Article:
Welcome to Difficult Second Album syndrome, delivered in typical Big Pink style.
Martin Aston 2012-01-05
"Making noise" was UK duo Milo Cordell and Robbie Furze’s initial remit, with Furze’s former alliance with Berlin techno-punk ‘terrorist’ Alec Empire hinting at a possible template. So The Big Pink’s wall-of-sound pop classicism over synchronised, stomping beats came as a shock. Perhaps the fact they’re named after The Band’s iconic 1968 album that and Cordell’s dad is famed 1960s producer Denny showed there was more to The Big Pink than rampant modernism. And the brilliant Dominos – a single and the highlight of 2009 album debut A Brief History of Love – showed they had a natural propensity for pop rather than a dose of X Factor mimicry.
Future This – this time named after a 1980s skateboard advert – underlines The Big Pink’s status, as an old-fashioned synth-pop duo with added guitar scuzz, sub-bass growls and caffeinated energy. Not ‘noise’, but definitely loud, like a post-feedback Jesus and Mary Chain without the surf-pop fixation. With Paul Epworth (Adele, Florence, Plan B) producing and Alan Moulder (My Bloody Valentine, Depeche Mode, Nine Inch Nails) mixing, the album sounds fantastic – a gleaming, towering aural edifice. But the album’s construction – the pair began with beats and samples, then added instrumental layers and vocal melodies – is too easily transmitted; the tunes aren’t as memorable or, in some cases, are arguably born out of consolidating that debut album success. Welcome to Difficult Second Album syndrome.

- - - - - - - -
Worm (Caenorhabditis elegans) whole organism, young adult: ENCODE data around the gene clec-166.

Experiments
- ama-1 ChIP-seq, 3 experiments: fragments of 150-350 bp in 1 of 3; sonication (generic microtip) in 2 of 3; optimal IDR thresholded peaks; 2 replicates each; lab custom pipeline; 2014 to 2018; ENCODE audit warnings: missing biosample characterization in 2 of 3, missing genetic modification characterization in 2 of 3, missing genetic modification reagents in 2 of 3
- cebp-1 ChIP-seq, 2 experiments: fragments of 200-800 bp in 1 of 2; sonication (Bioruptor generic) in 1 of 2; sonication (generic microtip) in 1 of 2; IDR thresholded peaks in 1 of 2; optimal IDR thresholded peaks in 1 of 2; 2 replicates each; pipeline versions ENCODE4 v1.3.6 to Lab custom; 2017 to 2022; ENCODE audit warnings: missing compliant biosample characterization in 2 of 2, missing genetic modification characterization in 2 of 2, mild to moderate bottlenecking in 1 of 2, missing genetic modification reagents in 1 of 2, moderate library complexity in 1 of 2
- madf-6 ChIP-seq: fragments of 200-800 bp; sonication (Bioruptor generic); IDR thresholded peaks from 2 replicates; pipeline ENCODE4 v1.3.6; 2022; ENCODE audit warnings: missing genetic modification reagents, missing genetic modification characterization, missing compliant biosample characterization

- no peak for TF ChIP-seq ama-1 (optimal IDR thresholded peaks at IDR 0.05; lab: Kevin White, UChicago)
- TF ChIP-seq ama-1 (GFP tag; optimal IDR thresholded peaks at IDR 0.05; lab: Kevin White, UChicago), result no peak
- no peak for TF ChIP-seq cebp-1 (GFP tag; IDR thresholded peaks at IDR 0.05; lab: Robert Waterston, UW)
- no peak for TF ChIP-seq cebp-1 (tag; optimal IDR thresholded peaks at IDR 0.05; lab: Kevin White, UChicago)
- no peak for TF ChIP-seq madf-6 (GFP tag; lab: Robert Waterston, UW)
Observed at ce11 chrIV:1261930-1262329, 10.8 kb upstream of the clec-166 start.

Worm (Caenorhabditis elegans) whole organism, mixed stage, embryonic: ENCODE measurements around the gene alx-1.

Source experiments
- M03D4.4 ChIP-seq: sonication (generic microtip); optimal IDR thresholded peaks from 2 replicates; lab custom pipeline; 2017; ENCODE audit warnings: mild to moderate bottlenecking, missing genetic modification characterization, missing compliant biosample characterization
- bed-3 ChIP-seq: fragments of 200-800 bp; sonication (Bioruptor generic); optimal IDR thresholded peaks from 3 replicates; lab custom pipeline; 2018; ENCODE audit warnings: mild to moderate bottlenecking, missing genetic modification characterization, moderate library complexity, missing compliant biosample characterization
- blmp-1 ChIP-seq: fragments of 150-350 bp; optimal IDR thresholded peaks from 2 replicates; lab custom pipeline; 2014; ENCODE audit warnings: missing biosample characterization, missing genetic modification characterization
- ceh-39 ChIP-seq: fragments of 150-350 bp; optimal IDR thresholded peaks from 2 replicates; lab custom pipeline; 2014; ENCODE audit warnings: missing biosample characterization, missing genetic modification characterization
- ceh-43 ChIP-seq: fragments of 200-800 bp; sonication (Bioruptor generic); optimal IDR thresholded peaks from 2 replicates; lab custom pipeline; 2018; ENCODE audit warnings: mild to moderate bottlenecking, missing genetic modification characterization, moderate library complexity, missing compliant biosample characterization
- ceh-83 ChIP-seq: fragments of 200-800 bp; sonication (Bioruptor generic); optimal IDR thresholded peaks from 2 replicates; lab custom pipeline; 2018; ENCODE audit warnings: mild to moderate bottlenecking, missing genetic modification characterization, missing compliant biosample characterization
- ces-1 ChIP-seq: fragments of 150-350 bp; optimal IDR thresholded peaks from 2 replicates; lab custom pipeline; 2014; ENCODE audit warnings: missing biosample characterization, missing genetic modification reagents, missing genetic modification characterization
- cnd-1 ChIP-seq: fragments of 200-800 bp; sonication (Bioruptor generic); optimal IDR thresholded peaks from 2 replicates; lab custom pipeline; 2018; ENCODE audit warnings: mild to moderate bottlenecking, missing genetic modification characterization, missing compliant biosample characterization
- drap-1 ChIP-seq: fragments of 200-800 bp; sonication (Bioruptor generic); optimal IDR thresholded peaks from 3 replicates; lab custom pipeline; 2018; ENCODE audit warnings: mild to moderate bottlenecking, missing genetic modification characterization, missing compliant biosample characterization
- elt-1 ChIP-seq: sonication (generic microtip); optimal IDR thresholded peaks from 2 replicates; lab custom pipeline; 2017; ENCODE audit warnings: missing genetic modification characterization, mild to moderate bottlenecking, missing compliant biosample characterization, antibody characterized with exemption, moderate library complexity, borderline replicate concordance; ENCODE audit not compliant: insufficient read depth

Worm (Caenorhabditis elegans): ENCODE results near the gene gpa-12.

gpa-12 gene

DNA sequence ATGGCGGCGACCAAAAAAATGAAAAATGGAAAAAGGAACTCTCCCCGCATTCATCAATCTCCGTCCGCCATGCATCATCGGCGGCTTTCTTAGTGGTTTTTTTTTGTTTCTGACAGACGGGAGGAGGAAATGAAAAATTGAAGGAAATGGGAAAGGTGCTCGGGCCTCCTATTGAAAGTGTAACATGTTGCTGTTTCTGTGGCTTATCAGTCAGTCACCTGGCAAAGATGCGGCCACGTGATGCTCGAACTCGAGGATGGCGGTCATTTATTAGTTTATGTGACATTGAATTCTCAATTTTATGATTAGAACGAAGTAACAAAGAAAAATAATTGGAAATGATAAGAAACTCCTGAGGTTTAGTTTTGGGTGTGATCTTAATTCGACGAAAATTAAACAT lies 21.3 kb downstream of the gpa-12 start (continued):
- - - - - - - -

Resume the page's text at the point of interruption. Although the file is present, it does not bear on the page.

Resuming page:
It’s there in the first single and opening album track, Stay Gold, an obvious – and not as great – copy of Dominos. Rubbernecking follows the same pattern while 1313’s admirably chunky electro is also saddled with the now-generic Big Pink terrace chant. It’s left to the arrangements to carry the can this time. A spacier, swooning Hit the Ground (Superman) rubs shoulders with Give It Up’s robo-soul, built on a tweaked saxophone sample. The pizzicato motif of The Palace rubs strings with Lose Your Mind, which carries a distinct echo of 60s pulp classic Days of Pearly Spencer. Closing track 77 is one of the most striking here: mournful rather than brash, it’s evidence of a big pink heart and of these musicians’ ability to transcend their beats-based mindset. In other words, time for the boys to really future this.